Immunology research update from Immunopaedia.org.za.
Sickle cell disease (SCD) is a genetic disease characterised by severe anaemia. Individuals with sickle cell have a single mutation in the haemoglobin β subunit gene (HBB) which causes deformation of red blood cells (RBCs), specifically RBCs in individuals with SCD have a sickle shape instead of a biconcave shape. These “sickled” RBCs have reduced capacity to carry oxygen compared to normal RBCs, are very “sticky” and tend to cause blockages in small blood vessels and capillaries leading to pain and progressive organ damage.
An estimated 300000 individuals are diagnosed with SCD annually. SCD is treated using pain management, blood transfusions (to increase normal RBC levels) and hydroxyurea (if available). Hydroxyurea increases fetal haemoglobin* levels resulting in higher oxygen-carrying capacity of RBCs in SCD patient (Platt et al., 1984 ;Rodgers et al., 1993), thus reducing pathology. Further, the only functional cure for SCD is via bone marrow transplants. However finding a suitable donor is very challenging (Eapen et al., 2019). Two studies published in December 2020 describe gene editing approaches to treat SCD, both studies aimed to increase the levels of fetal haemoglobin by silencing the BCL11A, a gene that represses expression of fetal haemoglobin in adult RBCs. Frangoul et al., (n=2) and Erisk et al., (n=6) utilised CRISPR-Cas9 gene editing and lentiviral vector-mediated RNA interference (RNAi), respectively, to silence BCL11A in autologous CD34+ hematopoietic stem and progenitor cells. Cells with the silenced BCL11A gene were transferred to patients with SCD and transfusion-dependent β-thalassemia# (Study by Frangoul et al., only). Both studies demonstrated the safety of gene editing and successfully increased fetal haemoglobin which led to a reduction in SCD morbidity. Unfortunately, this immunotherapy is still costly and challenging to conduct. Further, long term safety and durability of the “functional cure” are yet to be determined as the maximum median follow-up of any individual in either study was less than 2 years. Despite the small sample size, results from these studies are very promising and suggest potential utility in gene editing of own cells as a cure for a genetic disease.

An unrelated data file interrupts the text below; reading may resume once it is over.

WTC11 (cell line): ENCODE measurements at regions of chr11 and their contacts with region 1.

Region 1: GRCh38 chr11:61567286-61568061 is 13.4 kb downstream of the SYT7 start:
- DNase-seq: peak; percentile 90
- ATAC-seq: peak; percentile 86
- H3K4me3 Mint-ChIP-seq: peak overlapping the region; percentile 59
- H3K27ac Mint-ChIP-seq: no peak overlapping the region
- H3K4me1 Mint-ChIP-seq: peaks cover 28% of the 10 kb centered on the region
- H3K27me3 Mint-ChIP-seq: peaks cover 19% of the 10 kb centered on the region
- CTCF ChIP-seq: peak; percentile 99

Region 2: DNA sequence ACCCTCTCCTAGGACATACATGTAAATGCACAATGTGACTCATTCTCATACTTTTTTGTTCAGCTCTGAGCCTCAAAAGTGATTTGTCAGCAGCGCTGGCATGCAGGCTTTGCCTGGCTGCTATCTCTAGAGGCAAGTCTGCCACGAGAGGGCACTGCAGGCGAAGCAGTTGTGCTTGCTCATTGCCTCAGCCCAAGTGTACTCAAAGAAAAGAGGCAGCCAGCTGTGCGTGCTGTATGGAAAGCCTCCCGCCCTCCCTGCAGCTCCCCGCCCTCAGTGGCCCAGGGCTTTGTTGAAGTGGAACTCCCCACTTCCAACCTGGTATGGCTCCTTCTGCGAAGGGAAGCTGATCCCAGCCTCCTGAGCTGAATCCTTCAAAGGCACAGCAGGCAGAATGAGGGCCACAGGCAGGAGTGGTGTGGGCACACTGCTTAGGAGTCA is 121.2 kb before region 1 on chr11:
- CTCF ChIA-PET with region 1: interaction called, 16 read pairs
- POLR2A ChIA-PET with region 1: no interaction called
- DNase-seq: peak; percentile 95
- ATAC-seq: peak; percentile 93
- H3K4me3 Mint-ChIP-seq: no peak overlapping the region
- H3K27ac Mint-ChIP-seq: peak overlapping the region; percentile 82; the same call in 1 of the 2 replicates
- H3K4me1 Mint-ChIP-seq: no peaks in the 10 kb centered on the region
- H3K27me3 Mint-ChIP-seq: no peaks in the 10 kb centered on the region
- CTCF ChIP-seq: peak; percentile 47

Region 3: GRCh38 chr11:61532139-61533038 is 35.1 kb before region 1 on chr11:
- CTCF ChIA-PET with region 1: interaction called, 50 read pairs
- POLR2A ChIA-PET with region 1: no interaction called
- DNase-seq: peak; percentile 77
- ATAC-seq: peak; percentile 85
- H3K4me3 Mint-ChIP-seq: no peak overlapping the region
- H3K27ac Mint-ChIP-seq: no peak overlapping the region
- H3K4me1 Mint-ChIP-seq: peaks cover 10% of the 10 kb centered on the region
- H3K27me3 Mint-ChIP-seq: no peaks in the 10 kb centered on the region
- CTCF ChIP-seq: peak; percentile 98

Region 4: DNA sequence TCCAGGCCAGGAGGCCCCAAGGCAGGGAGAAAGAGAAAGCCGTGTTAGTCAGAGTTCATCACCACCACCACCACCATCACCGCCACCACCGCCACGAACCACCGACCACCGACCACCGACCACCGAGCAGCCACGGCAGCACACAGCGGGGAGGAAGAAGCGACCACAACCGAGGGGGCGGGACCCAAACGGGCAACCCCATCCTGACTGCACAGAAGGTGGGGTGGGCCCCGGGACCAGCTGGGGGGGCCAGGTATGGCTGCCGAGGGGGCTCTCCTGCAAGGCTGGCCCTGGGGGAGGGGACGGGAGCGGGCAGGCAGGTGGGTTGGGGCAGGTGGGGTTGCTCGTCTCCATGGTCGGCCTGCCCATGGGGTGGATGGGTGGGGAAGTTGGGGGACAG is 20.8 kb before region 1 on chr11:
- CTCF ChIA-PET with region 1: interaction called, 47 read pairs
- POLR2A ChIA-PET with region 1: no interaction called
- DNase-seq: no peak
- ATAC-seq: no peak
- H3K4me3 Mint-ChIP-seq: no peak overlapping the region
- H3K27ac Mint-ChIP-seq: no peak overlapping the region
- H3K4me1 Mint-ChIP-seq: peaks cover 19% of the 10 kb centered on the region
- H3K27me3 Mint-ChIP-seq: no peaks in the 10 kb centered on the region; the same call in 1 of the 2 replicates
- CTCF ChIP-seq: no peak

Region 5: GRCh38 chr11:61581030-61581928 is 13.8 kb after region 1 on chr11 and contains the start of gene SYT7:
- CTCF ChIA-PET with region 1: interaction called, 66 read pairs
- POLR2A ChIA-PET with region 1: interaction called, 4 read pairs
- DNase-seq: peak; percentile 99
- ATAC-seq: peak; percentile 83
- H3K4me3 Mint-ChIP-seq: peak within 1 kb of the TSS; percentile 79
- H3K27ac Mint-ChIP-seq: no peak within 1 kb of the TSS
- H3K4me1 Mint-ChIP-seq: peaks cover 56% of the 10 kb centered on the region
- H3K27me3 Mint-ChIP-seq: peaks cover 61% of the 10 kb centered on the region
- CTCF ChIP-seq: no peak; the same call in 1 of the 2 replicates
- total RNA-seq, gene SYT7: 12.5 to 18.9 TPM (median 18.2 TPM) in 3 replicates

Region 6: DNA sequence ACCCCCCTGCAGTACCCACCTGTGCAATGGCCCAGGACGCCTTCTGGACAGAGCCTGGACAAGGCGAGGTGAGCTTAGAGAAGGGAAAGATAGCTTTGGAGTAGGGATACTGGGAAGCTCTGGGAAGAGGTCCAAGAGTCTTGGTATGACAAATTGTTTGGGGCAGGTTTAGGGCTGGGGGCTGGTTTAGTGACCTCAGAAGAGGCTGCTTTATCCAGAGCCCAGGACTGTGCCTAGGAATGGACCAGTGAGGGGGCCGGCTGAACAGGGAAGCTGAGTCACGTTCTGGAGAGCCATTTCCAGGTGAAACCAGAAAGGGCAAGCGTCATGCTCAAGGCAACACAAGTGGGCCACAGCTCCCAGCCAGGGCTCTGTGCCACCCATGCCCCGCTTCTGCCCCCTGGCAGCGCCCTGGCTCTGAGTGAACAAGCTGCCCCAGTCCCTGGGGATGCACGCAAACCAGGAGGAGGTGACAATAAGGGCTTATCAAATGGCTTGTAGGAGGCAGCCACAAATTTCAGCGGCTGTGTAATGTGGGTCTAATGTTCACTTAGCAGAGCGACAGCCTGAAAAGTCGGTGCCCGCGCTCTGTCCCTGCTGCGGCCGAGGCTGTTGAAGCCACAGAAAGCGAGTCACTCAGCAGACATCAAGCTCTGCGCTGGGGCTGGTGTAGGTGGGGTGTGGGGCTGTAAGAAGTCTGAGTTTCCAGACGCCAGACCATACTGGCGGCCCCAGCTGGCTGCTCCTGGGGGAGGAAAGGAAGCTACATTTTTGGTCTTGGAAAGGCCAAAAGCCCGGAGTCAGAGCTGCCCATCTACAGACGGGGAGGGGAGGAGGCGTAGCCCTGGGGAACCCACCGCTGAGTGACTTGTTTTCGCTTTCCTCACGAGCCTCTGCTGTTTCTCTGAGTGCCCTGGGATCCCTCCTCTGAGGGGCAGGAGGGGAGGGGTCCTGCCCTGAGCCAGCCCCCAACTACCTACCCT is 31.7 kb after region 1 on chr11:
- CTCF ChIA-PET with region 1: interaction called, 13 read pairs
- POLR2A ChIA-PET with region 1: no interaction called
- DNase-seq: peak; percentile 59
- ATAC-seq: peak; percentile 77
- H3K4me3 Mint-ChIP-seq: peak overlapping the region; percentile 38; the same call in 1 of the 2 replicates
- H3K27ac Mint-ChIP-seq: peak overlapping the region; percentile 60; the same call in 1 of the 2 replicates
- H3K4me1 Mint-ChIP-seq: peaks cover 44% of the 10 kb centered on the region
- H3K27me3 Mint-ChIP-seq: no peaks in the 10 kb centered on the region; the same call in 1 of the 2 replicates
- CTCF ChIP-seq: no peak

*Production of fetal hemoglobin is developmentally regulated so that the level of γ-globin that is produced in utero decreases postnatally as the production of β-globin and adult hemoglobin (consisting of two alpha and two beta chains) increases. Fetal hemoglobin has higher binding affinity to oxygen than adult hemoglobin
# Transfusion-dependent β-thalassemia a disease caused by mutations in the haemoglobin β subunit gene which results in in reduced or β -globin synthesis and an imbalance between the α-like and β-like globin (e.g., β, γ, and δ) chains of hemoglobin, which causes ineffective erythropoiesis.
- Erisk et al., 2020. Post-Transcriptional Genetic Silencing of BCL11A to Treat Sickle Cell Disease. NEJM
- Frangoul et al., 2020. CRISPR-Cas9 Gene Editing for Sickle Cell Disease and β-Thalassemia. NEJM